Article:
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Canadian Dollar Range-Bound as GDP Grows 1.1% in March 2021

A sharp recovery in the economy has been due to the accelerated vaccination drive and good GDP data, as the Canadian dollar remains range-bound.

USD/CAD has been trading with a tight range within 1.2035 and 1.2160 from mid-May.

The greenback against the Canadian dollar has taken support at the 1.2025 levels in May and June 2021. But it has failed to settle below this level. It has its first resistance level at 1.2128 in June. The current exchange rate of the US dollar to CAD is at the 1.2091 levels on Tuesday, June 8, 2021.

There is an economic recovery in Canada, with GDP expanding above estimates in March. The government is considering quantitative easing as the economy recovers.

USD/CAD Remains Range Bound
USD/CAD Remains Range Bound

Canadian Dollar Remains within a Range Though GDP Figures are Positive

GDP m/m improves to 1.1% in March from 0.4% in the previous month, with the export sector showing good expansion. It is the 11th month of continuous growth. The housing market is booming back to the pre-pandemic level. Exports have gone up in aircraft production, and the industrial sector has posted good production numbers in March.

However, April GDP may decline, say sources, the first decline since 2020. The third wave of the pandemic has brought down lockdown restrictions which have impacted the job market.

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Canada’s GDP expanded 6.5% for the first quarter of 2021. The service sector has performed well, and the economy is showing good growth in the production and service sectors, strengthening the US dollar to CAD in June.

The surge in crude prices and commodity prices has also helped in the expansion of the country.

Unemployment Increases amid the Covid-19 Third Wave

The third wave of infections brought back lockdown measures in Canada. But the economic outlook has brightened. Canada Employment Change has come down to 68.0k in May 2021 from the previous data at 207.1k. Lockdown restriction continued in various provinces such as Ontario. Online classes following the spring break in schools is back. In Manitoba and Alberta, recreational facilities, restaurants, and personal care services remained closed. However, Quebec and New Brunswick were some regions that have eased restrictions.

The third wave of the covid-19 pandemic caused a fall in employment. The number of Canadians working from home has increased from what it was in the first wave of Covid-19.

The unemployment rate was relatively unchanged at 8.2%, as the number of people searching for jobs held steady. The young population in the age group 15 to 24 years went down by 27,000, as those in this age group lost more jobs than others. The number of people working from home remains steady in Canada, strengthening the current exchange rate of the Canadian dollar.

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Those employed in the manufacturing and construction sector are worst-affected, showing the sharpest drop since April 2020. Private sector employees are also affected in the sales and service sector. Strict health measures were introduced to control the pandemic.

Ivey PMI has been better at 64.7 from the previous data at 60.6. Part-time workers were the worst hit. The data above 50.0 shows industry expansion, indicating economic health. The Ivey Purchasing Managers Index (PMI) indicates that the public and private sectors in Canada are seeing increasing activity.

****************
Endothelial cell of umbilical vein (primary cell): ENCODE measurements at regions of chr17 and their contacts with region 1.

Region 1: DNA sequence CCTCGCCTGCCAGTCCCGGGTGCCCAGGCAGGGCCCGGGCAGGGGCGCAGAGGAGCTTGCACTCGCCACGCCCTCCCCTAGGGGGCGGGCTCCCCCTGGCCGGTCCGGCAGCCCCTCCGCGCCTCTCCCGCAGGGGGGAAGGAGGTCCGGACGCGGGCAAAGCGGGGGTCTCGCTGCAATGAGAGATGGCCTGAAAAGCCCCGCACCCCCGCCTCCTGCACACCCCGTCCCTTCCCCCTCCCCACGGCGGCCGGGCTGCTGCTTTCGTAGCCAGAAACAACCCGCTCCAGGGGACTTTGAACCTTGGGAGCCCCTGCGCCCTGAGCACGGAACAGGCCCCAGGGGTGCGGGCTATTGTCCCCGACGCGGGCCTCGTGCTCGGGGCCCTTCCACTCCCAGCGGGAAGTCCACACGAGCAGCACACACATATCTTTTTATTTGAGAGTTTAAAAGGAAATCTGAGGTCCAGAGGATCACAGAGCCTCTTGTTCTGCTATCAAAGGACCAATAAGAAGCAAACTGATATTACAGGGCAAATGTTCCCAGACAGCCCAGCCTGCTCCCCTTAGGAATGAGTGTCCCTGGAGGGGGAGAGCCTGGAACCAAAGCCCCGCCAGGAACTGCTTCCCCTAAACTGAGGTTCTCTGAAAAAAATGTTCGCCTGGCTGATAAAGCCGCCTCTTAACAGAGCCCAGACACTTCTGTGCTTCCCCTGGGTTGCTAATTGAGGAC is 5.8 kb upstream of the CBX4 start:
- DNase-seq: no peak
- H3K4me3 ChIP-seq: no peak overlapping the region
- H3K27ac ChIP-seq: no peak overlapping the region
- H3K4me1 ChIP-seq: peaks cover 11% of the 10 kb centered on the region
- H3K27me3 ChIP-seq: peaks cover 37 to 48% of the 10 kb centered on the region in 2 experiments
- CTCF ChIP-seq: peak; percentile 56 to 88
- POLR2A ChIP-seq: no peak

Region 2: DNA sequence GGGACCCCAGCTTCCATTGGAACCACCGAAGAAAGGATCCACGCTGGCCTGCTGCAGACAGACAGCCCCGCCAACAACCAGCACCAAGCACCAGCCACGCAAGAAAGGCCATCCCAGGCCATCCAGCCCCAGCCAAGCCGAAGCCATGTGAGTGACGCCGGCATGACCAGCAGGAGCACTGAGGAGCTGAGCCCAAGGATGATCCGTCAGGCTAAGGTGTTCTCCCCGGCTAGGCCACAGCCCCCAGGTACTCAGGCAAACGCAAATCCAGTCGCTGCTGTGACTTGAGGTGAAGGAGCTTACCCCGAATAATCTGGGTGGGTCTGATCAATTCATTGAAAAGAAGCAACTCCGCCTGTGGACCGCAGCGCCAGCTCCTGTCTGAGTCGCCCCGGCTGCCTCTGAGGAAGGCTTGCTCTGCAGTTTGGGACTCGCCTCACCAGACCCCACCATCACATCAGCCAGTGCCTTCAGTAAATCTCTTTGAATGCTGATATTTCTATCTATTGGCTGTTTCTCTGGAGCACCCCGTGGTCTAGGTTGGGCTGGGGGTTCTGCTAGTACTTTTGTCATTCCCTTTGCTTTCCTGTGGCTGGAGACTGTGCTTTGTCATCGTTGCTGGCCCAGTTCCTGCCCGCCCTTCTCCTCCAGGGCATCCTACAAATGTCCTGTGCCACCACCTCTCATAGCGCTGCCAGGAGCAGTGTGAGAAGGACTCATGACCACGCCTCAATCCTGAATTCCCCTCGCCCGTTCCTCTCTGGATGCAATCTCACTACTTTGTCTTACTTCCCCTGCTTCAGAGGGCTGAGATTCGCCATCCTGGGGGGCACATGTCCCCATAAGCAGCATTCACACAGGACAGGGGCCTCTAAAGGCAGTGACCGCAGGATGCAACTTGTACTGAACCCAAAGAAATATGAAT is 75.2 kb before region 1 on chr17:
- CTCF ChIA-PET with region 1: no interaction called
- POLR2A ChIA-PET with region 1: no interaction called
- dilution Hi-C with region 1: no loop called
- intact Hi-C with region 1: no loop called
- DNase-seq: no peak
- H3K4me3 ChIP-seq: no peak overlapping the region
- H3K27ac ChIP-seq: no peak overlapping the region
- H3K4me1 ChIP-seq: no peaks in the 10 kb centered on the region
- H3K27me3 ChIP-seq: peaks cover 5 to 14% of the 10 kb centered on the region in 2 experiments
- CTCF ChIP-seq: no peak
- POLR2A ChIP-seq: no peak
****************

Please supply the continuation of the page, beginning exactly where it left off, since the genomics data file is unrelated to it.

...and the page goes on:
However, the third wave of the Covid pandemic has brought in lockdown restrictions again from April. It has hurt business activities and the job sector in Canada. The Canadian economy was improving till March 2021, but the Covid impact has slowed down the economy in April and May 2021. However, experts say that the country will rebound back to bring back growth.

Bank of Canada to Begin Tapering of Asset Purchase

The government expects a rebound in economic activity by the end of the summer vacation. It will allow the easing of restrictions in the service sector. The commodity, manufacturing, and construction sectors will perform better once the economy reopens, say authorities.

The third wave of infections has renewed Covid containment measures in April. Bank of Canada considers tapering of asset purchases in July. Quantitative easing has to come down, say authorities. Once economic activity picks up, interest rates may be raised in the second half of 2022, say experts.

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Bank of Canada may lift interest rates by 4Q 2022. The policy rate is expected to be at 0.5% by 2022 and 1.25 by 2023. The BoC announced tapering of asset purchases from CAD5bn to CAD4bn in October 2020. It was reduced to CAD3bn in April 2021. Another CAD1bn tapering is expected in July 2021.

The BoC may taper its asset purchase program in July, and increase interest rates by the end of 2022, say analysts. The vaccination drive has brought positive sentiment into economic activities as the country reopens after the lockdown.

The vaccination program has been successfully distributed among most people in Canada. Once the second jab is provided, more easing of economic activities can be expected.

US Dollar index

The US dollar index is at the psychological 90.00 mark. If it moves lower, it will add pressure to the USD/CAD currency pair.


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